In a rare series of moves, Dutch authorities are investigating whether doctors may have committed crimes in five euthanasia cases, including the deaths of two women with advanced Alzheimer’s disease.
In one of the Alzheimer’s cases, which prosecutors began probing in September, a physician drugged the patient’s coffee without her knowledge and then had the woman physically restrained while delivering the fatal injection. The ongoing criminal investigation is the first since the Netherlands made it legal for doctors to kill patients at their request in 2002.
Dutch prosecutors announced they were examining four other cases last month, including the death of another Alzheimer’s patient who “lacked the capacity to express her own will,” according to a statement from the prosecutor’s office. A spokesperson said that specific criminal charges, if any, would be determined only after the investigations are finished. Several legal experts said that if doctors were found to have killed patients without their explicit request, they could potentially be charged with murder.
The investigations highlight the difficulties doctors face in handling euthanasia requests for those who later develop dementia. Mental decline can eventually make patients unable to understand the significance of their earlier demand to be killed, and as their brain changes, so can their personality and desires.
“If you made a living will when you were competent and asked for euthanasia, do we attach more weight to a decision you made when you were competent, or to your present situation where you’re no longer yourself and are no longer asking to die?” said Johan Legemaate, a professor of health law at the University of Amsterdam.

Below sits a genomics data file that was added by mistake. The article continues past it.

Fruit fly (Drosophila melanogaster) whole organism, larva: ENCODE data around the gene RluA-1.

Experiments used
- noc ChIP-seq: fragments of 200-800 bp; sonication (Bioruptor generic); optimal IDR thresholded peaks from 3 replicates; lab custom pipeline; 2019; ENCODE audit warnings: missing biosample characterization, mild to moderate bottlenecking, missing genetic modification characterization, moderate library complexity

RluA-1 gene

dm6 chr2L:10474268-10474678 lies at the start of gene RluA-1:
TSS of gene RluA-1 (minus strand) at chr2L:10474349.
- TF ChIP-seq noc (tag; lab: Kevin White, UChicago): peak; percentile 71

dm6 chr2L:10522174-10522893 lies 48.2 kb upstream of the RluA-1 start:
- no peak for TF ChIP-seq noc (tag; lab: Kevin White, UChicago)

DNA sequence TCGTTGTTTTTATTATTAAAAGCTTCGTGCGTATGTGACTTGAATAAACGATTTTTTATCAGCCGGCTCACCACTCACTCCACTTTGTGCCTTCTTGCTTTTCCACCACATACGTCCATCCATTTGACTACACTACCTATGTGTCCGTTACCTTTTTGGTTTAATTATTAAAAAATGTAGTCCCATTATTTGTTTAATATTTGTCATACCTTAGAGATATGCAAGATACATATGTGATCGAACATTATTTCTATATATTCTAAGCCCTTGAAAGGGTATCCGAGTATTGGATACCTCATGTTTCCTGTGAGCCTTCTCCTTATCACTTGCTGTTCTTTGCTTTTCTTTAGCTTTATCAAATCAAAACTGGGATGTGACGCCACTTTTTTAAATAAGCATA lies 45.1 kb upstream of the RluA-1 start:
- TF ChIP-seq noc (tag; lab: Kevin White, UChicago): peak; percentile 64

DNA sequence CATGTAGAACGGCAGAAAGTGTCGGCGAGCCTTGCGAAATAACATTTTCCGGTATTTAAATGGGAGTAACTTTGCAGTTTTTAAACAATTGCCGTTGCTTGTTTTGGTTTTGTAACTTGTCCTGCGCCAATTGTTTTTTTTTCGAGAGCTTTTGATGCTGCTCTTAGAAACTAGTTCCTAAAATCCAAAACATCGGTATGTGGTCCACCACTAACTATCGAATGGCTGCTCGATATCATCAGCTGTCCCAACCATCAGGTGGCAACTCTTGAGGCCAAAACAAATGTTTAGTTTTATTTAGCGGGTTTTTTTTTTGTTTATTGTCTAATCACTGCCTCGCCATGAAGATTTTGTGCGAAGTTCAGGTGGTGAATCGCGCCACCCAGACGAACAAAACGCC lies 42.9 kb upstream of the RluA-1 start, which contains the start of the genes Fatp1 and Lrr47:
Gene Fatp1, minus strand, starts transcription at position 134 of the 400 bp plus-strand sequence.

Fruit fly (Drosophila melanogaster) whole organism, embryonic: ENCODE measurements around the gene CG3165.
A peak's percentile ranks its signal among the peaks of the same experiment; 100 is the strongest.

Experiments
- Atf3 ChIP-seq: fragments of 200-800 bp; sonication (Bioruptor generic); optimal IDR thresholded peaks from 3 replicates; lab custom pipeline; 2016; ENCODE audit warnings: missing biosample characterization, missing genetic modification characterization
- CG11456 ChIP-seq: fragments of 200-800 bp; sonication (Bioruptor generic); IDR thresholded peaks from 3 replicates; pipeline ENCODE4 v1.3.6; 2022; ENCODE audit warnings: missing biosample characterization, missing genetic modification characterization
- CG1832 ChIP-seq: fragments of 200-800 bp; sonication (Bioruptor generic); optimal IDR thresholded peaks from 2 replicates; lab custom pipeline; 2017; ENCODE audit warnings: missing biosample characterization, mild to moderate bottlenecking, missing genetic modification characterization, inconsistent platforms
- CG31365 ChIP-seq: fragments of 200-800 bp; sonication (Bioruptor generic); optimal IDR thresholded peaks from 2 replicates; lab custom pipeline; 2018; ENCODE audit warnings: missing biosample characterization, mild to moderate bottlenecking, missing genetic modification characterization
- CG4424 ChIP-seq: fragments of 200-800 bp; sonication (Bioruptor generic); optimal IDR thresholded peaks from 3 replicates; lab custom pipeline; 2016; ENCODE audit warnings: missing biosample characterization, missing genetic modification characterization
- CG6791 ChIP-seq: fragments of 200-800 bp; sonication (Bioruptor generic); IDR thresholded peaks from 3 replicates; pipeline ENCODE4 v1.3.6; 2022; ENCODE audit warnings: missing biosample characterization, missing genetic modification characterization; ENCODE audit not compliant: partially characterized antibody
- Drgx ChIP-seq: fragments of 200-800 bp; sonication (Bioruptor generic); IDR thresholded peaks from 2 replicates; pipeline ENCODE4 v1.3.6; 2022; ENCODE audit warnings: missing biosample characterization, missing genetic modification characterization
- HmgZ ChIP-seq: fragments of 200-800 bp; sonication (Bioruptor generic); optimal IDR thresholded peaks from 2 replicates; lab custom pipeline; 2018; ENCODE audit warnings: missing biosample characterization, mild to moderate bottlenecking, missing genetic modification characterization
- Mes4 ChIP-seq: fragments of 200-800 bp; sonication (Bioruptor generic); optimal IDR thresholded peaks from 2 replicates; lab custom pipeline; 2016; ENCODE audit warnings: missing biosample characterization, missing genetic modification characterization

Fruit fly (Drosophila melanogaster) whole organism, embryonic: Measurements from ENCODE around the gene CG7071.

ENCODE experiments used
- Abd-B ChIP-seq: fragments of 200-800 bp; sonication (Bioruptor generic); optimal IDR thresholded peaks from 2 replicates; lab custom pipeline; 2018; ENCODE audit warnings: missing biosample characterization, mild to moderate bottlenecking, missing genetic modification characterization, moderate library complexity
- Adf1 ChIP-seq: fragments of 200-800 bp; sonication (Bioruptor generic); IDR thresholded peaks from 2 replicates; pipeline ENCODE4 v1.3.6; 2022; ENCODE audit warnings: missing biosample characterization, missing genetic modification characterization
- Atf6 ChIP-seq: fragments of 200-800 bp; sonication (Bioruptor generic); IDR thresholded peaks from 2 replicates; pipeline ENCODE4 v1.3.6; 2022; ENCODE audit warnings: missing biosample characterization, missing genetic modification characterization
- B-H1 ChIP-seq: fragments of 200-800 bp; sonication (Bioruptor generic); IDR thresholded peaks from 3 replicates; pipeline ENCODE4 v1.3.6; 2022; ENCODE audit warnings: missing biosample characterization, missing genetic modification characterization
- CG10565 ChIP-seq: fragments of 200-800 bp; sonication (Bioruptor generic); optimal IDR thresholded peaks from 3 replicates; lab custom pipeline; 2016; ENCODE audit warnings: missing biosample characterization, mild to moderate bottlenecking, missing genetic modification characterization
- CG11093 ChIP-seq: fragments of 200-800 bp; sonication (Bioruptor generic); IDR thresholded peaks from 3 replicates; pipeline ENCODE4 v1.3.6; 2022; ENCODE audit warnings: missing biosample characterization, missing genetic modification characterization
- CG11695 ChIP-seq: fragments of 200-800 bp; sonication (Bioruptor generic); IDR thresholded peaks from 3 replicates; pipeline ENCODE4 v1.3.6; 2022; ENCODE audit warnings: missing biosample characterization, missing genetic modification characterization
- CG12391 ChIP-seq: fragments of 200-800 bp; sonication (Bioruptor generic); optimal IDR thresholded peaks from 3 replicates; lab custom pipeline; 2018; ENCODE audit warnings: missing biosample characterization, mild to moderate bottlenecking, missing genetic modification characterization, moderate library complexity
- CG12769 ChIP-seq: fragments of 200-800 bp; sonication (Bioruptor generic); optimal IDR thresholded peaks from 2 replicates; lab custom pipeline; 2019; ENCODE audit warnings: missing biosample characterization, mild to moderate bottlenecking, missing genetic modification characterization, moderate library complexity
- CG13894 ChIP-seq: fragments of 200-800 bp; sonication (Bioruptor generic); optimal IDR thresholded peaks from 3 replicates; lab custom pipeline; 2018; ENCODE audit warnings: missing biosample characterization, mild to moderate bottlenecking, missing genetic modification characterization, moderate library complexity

The Netherlands is one of five countries that allow doctors to kill patients at their request, and one of two, along with Belgium, that grant the procedure for people with mental illness. For those with late-stage dementia, euthanasia is still possible if the person made a written demand specifying the conditions under which they want to be killed and if other criteria are met, namely if the doctor agrees the patient is suffering unbearably with no prospect of improvement.
Whether Dutch authorities prosecute the doctors in the two Alzheimer’s cases being investigated will likely set a course for how the increasing numbers of people with dementia who seek euthanasia will be handled.
Since 2002, more than 55,000 patients have been lawfully killed by a doctor. About 6,500 cases were reported last year, of which 166 involved people with dementia. In the vast majority of these cases, the patients were still in the early stages of the disease and were competent to make a request for euthanasia.
The case investigators began scrutinizing in September involved a 74-year-old woman who had renewed her living will about a year before she died, according to a detailed report issued by a Dutch regional euthanasia review committee.
She wrote that she wanted to be euthanized “whenever I think the time is right.” Later, the patient said several times in response to being asked if she wanted to die: “But not just now, it’s not so bad yet!” according to the report.